My favorite TV show, Downton Abbey, takes place in the English countryside at the beginning of the 1910s and evolves around the lives of an aristocratic family and their servants in the magnificent setting of the Highclere castle. The abundance of characters belonging to these two opposite classes offers juicy story lines and intrigues that are so irresistible. The costumes, the mannerism, and the events throughout the episodes are so fascinating that one develops a real dependency on the show. With the second season over in February and the third one not beginning until the Fall, the wait is almost unbearable. What’s going to happen next?* Will Lady Mary and Matthew finally wed? Will Lady Edith find love and fulfillment? What about Lady Sybil? Will she ever come back? Will Mr. Bates finally enjoy some peace? Will Thomas change and become a nicer human being? Although, I have affection for most of the characters, my favorite one is the witty Dowager Countess Grantham played by the amazing Maggie Smith.
There are a few places here in L.A. that remind me of the magic of Downton Abbey but probably the one that best captures the spirit and esthetics of this period drama is the Huntington Library and Gardens
. The Huntington has that dreamy quality that transports back in time, it is hard to believe this place is only a few miles east of Los Angeles, in the elegant city of San Marino.
Henry Huntington, a railroad and transportation magnate, purchased the land in 1903 with the intention of using it as a ranch. When he retired, he decided to devote his time to his book and art collections and the landscaping of the ranch. The property covers 207 acres, of which approximately 120 are landscaped. More than 14,000 different varieties of plants are showcased in more than a dozen principal garden areas (my favorite are the Rose, the Cactus, the Japanese and Chinese gardens.)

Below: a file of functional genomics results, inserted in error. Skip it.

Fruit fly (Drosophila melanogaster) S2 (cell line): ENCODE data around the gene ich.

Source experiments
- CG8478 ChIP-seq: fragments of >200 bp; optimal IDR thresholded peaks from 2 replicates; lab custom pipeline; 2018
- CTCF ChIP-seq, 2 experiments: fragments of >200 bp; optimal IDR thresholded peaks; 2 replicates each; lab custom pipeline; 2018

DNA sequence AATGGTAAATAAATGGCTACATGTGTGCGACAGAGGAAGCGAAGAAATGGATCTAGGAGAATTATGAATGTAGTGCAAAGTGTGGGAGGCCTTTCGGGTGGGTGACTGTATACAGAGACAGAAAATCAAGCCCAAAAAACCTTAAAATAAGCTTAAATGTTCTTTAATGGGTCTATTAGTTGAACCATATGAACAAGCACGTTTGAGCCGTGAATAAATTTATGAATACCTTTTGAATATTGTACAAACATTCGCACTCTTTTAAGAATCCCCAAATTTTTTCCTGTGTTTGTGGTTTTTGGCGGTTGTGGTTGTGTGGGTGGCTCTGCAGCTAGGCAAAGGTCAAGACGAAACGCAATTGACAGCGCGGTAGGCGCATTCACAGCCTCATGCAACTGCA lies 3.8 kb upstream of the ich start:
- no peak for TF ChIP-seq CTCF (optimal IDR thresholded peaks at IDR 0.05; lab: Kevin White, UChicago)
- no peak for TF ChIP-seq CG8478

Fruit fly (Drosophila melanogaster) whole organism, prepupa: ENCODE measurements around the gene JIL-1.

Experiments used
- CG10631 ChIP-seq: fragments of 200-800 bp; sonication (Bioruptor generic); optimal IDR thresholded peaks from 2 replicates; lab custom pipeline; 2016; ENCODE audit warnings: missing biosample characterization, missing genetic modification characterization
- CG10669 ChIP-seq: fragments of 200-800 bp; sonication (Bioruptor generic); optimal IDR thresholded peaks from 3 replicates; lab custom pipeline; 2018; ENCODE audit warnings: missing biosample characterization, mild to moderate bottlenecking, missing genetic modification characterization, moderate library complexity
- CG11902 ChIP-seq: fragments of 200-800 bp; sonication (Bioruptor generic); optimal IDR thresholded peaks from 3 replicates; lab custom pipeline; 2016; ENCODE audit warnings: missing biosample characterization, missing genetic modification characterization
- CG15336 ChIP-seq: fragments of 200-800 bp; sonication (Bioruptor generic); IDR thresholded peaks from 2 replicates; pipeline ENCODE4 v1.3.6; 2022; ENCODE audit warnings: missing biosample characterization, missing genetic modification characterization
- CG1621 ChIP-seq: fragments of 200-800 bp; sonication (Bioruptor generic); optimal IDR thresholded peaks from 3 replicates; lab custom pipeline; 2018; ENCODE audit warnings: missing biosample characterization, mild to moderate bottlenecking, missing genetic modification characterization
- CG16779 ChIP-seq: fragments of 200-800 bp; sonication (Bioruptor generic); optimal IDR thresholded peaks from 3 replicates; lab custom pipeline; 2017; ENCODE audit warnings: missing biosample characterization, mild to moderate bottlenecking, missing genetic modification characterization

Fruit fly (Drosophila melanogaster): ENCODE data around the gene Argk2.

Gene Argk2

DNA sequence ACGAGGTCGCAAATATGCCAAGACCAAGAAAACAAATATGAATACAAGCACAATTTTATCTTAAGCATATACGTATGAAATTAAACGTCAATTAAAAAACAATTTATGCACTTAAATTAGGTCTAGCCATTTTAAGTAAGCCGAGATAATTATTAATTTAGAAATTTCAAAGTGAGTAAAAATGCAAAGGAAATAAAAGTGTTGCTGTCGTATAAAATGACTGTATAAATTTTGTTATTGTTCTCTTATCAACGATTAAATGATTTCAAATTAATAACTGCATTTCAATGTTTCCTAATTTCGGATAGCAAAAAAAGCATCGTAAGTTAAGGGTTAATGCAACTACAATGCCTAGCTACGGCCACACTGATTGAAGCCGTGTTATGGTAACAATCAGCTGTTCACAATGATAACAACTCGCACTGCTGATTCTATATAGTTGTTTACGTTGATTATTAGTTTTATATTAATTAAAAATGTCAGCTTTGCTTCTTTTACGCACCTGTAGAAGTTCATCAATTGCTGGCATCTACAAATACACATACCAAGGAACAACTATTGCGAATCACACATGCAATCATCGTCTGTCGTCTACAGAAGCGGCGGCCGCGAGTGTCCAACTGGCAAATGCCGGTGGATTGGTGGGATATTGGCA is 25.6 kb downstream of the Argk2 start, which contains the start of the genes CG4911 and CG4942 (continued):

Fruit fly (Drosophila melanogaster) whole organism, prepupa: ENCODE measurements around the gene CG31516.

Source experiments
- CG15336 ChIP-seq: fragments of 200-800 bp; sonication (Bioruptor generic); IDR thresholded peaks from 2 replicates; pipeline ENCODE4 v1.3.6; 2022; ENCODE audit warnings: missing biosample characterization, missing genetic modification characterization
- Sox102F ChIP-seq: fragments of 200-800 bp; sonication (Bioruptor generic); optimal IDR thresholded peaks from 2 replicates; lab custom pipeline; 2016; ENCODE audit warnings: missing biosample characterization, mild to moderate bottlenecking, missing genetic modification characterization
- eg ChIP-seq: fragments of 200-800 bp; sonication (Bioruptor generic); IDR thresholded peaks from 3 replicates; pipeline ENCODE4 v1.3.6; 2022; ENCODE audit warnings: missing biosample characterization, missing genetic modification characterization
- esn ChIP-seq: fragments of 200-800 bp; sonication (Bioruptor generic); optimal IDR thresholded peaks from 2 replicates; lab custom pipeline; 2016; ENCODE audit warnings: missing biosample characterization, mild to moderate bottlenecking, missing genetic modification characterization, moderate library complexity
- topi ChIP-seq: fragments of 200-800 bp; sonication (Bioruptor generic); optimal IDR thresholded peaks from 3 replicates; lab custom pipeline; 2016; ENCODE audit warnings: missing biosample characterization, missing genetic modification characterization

The Huntington Art Collections reside in two buildings on the Huntington estate: The Huntington Art Gallery and the Virginia Steele Scott Galleries of American Art. The Huntington Art Gallery is housed inside Huntington’s original mansion and includes the most distinguished collections of 18th- and 19th-century British paintings, sculpture, and decorative arts outside London, including Thomas Gainsborough’s “Blue Boy” and Thomas Lawrence’s “Pinkie” (Sarah Barrett Moulton). There is also a collection of 18th-century French sculpture, tapestries, porcelain, and furniture. Every time I walk in there I’m breathless!! This place is certainly fit for a duchess! 😉
To complete the Downton Abbey experience, you need to have a tea party at the Rose Garden Tea Room; it’s so delicious. There are all sorts of scones, pastries, little cucumber and egg sandwiches, and a vast assortment of teas. It’s the perfect place to raise your pinkie and be sassy Lady Grantham-style!
*Spoiler alert: If you haven’t watched DA, yet, but you’re planning to, don’t read any further.